The finalists for WashingtonExec’s Pinnacle Awards were announced Oct. 11, and we’ll be highlighting some of them until the event takes place live, in-person Nov. 30.
Next is Cybersecurity Industry Executive of the Year (Private Company) finalist Wen Masters, who’s vice president of cyber technologies at MITRE. Here, she talks key achievements, career advice and more.
What key achievements did you have in 2021 / 2022?
I joined MITRE in the spring of 2021 to direct our corporate cyber strategy and serve as a champion for MITRE-wide cybersecurity capabilities. And, while MITRE has been a leader in cybersecurity for 50-plus years, the tech industry mainly knew us for our threat-informed defense and supplying the government with the vital information to thwart network intruders.
In the past year, I’ve redirected our cyber efforts, established our Cyber Infrastructure Protection Innovation Center, strengthened our focus on cyber protection of critical infrastructure, and expanded into four key cyber areas:
- Integrate threat-informed defense and risk-informed defense.
- Empower dynamic resiliency at scale.
- Protect mission and critical infrastructure from cyber-attacks.
- Enable coordinated kinetic and cyber operations.
Each of those areas now has its own innovation center and can harness the power and knowledge of more than 1,200 cyber experts. Working together, these centers address the most difficult cyber threats facing the nation. They are helping government and private industry secure critical infrastructure and defend against online theft and exploits by hostile adversaries.
How do you help shape the next generation of government leaders/industry leaders?
At MITRE, we have STEM and internship programs that reach from freshmen in high school through college graduates, providing enriching experiences for students and getting them interested not only in cybersecurity careers and but working for the public good.
One of our programs, Cyber Futures, partners with historically Black and minority-serving colleges and universities to attract top students who express an interest in cybersecurity. The internship includes education about cybersecurity work at MITRE and technical skill building and allows students to work with MITRE teams on cyber projects that support national security. We launched the program last summer at MITRE and doubled the size to 150 Cyber Futures interns this past summer.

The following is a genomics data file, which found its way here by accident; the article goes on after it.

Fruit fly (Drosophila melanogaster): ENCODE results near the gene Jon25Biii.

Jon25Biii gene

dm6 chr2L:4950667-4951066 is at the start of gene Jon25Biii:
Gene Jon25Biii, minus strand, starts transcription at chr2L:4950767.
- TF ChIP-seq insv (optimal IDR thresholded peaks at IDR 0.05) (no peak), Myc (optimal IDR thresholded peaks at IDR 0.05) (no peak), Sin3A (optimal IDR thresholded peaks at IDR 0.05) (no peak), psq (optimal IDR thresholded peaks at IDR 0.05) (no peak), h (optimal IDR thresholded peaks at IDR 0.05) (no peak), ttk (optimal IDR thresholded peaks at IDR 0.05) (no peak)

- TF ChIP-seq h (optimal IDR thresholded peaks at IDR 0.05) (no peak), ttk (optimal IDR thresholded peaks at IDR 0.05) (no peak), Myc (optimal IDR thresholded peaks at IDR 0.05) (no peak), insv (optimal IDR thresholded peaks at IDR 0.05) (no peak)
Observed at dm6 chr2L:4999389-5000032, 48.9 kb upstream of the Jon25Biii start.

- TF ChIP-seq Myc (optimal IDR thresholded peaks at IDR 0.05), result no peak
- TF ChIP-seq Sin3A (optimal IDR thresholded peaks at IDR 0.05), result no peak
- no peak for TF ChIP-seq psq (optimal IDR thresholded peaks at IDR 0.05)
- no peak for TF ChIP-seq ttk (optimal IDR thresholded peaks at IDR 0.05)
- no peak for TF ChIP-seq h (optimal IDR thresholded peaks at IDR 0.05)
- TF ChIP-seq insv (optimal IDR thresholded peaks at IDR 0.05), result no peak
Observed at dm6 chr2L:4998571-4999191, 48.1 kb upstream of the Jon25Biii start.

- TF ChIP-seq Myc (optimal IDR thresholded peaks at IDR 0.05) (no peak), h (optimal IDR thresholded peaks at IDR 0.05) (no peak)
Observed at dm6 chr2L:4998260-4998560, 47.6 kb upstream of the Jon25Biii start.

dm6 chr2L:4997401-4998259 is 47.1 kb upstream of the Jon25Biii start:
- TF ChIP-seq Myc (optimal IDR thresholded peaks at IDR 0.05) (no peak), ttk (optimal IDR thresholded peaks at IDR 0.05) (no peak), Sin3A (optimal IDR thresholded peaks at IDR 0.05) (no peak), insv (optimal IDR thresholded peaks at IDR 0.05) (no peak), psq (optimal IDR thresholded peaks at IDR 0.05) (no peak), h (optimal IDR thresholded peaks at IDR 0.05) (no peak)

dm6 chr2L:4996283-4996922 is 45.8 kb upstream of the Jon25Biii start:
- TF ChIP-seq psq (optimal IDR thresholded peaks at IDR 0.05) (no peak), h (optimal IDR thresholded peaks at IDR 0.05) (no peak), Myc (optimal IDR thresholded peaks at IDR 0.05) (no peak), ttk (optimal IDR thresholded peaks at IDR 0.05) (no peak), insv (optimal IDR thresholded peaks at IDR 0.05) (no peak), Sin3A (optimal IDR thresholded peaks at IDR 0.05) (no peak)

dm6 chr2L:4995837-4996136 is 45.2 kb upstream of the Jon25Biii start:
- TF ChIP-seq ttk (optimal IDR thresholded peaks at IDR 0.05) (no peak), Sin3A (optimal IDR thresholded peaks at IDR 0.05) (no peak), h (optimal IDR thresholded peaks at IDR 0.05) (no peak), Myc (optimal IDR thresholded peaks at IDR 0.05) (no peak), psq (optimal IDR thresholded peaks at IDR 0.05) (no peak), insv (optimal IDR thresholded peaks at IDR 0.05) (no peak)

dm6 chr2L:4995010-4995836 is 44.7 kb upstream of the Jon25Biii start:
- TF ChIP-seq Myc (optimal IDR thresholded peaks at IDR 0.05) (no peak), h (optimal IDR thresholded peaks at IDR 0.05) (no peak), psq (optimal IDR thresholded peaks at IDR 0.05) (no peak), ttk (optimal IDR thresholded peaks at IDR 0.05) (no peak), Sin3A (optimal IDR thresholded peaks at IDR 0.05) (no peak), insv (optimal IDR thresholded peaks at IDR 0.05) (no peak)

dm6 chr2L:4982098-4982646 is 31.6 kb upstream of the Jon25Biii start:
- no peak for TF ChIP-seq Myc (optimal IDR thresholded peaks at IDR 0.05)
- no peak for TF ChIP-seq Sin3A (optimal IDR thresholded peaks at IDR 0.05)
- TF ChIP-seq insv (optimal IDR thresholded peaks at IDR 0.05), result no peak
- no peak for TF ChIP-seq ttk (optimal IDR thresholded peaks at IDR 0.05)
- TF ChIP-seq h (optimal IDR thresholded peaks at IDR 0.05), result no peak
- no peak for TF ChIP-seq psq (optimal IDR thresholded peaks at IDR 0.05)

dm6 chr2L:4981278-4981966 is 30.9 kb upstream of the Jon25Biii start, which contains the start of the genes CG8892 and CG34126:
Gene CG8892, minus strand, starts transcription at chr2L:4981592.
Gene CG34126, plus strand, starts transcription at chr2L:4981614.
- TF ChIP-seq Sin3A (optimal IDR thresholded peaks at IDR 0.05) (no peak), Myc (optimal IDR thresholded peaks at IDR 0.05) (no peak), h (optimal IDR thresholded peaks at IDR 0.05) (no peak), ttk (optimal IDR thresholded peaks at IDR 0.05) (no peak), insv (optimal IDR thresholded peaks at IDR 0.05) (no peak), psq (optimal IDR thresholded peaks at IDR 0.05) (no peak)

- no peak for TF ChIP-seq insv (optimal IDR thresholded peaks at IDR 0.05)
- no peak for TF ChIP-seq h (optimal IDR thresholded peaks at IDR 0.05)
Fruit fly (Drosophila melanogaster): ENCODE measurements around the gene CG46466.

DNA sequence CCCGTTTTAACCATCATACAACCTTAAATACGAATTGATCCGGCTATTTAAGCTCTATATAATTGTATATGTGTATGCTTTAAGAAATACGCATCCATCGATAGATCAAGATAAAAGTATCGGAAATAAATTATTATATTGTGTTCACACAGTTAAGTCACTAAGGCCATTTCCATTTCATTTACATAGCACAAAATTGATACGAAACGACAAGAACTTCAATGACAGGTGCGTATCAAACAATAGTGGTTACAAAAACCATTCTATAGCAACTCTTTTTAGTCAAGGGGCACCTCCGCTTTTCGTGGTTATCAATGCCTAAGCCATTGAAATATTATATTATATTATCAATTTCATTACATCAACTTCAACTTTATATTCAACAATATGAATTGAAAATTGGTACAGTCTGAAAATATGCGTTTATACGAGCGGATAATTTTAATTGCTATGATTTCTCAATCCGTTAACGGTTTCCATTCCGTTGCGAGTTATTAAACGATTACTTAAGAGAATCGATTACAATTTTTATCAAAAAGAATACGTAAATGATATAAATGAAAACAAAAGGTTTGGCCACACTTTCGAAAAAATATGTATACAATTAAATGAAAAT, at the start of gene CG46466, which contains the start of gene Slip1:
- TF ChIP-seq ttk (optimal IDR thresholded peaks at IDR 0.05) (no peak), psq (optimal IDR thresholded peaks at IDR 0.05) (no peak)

For cyber professionals just starting their careers, we have a 2-year intensive track. At MITRE, mastery comes through collaboration with a diverse team of cyber professionals who mentor and challenge you in your own pursuit of excellence.
Solving different kinds of problems for different government agencies helps these new cyber professionals understand how their solutions fit in context of real-world scenarios with a breadth of capability areas. They rotate through projects working with multiple government agencies on a diverse set of cybersecurity problems, take classes in our cybersecurity learning path, collaborate with a cohort of other early-career cyber experts and are mentored by world-class cyber experts.
What’s your best career advice for those who want to follow in your footsteps?
When innovating in technology, the path to success often entails many failed trials. An effective way to overcome such challenges is by applying scientific methods. Question conventional wisdom while taking risks. Form new hypotheses or approaches and try them out.
Like all scientific endeavors, seldom does the first set of new hypotheses or approaches work out as planned. Objectively analyzing what assumptions were used often sheds light to possible causes of the failure and leads to improved hypotheses and approaches. Timely, persistent applications of such scientific methods eventually lead to success.
But note, not all failure is due to technology. Timing for introducing a technology is very important for its successful adoption. In those cases, building a coalition of the willing helps to create a community of early implementers.